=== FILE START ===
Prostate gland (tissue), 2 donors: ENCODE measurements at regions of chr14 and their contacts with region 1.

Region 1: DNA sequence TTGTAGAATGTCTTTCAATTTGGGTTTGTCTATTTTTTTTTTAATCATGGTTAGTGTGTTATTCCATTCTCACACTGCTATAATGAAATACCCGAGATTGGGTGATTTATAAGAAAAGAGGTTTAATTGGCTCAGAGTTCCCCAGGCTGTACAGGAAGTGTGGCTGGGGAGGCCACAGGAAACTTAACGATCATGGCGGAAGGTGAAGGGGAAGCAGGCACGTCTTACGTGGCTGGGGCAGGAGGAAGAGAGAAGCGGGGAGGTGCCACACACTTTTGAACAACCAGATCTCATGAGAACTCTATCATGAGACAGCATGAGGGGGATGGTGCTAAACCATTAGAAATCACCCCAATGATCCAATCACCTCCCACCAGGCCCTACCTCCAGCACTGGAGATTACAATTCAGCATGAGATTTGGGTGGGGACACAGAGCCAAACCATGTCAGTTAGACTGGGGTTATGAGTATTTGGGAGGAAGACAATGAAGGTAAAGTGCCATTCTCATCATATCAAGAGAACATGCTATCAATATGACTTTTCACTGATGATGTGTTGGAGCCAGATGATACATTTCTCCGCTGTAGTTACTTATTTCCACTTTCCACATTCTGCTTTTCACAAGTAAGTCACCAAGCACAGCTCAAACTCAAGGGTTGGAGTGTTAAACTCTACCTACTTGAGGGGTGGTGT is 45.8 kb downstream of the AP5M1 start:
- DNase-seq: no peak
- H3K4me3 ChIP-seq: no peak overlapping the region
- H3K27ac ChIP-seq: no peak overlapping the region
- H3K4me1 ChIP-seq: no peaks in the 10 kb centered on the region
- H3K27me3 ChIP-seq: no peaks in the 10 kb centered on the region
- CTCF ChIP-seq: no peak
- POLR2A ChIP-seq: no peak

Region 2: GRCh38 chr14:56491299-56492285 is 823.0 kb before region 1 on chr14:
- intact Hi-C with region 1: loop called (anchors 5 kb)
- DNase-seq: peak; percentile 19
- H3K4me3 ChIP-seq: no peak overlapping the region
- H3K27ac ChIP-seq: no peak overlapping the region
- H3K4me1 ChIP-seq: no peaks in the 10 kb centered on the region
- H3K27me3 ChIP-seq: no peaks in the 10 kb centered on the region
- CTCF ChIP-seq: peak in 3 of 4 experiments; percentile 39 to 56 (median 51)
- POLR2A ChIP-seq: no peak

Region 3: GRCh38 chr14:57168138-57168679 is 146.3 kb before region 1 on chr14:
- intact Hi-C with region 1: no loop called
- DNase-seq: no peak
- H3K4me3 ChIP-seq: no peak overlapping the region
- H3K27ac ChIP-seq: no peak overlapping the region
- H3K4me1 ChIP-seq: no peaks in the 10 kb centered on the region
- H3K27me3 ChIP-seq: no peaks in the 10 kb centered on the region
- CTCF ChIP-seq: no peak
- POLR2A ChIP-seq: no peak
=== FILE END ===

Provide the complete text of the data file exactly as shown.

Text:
Prostate gland (tissue), 2 donors: ENCODE measurements at regions of chr14 and their contacts with region 1.

Region 1: DNA sequence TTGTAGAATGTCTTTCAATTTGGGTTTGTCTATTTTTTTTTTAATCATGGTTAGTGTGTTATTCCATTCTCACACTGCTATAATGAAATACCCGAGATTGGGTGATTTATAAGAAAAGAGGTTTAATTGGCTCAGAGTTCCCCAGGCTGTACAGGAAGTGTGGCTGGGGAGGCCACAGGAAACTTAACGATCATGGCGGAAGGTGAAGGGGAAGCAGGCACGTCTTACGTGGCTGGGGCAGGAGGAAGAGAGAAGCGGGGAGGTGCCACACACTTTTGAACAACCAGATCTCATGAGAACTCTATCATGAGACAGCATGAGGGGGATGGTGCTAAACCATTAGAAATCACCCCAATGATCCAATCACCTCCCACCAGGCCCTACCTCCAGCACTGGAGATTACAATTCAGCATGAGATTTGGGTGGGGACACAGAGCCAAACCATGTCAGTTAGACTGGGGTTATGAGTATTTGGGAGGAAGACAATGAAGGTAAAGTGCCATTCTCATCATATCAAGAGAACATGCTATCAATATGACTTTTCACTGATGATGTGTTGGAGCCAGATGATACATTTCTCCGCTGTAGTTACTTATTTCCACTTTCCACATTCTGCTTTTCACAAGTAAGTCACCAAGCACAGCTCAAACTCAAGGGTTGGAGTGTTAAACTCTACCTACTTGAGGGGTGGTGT is 45.8 kb downstream of the AP5M1 start:
- DNase-seq: no peak
- H3K4me3 ChIP-seq: no peak overlapping the region
- H3K27ac ChIP-seq: no peak overlapping the region
- H3K4me1 ChIP-seq: no peaks in the 10 kb centered on the region
- H3K27me3 ChIP-seq: no peaks in the 10 kb centered on the region
- CTCF ChIP-seq: no peak
- POLR2A ChIP-seq: no peak

Region 2: GRCh38 chr14:56491299-56492285 is 823.0 kb before region 1 on chr14:
- intact Hi-C with region 1: loop called (anchors 5 kb)
- DNase-seq: peak; percentile 19
- H3K4me3 ChIP-seq: no peak overlapping the region
- H3K27ac ChIP-seq: no peak overlapping the region
- H3K4me1 ChIP-seq: no peaks in the 10 kb centered on the region
- H3K27me3 ChIP-seq: no peaks in the 10 kb centered on the region
- CTCF ChIP-seq: peak in 3 of 4 experiments; percentile 39 to 56 (median 51)
- POLR2A ChIP-seq: no peak

Region 3: GRCh38 chr14:57168138-57168679 is 146.3 kb before region 1 on chr14:
- intact Hi-C with region 1: no loop called
- DNase-seq: no peak
- H3K4me3 ChIP-seq: no peak overlapping the region
- H3K27ac ChIP-seq: no peak overlapping the region
- H3K4me1 ChIP-seq: no peaks in the 10 kb centered on the region
- H3K27me3 ChIP-seq: no peaks in the 10 kb centered on the region
- CTCF ChIP-seq: no peak
- POLR2A ChIP-seq: no peak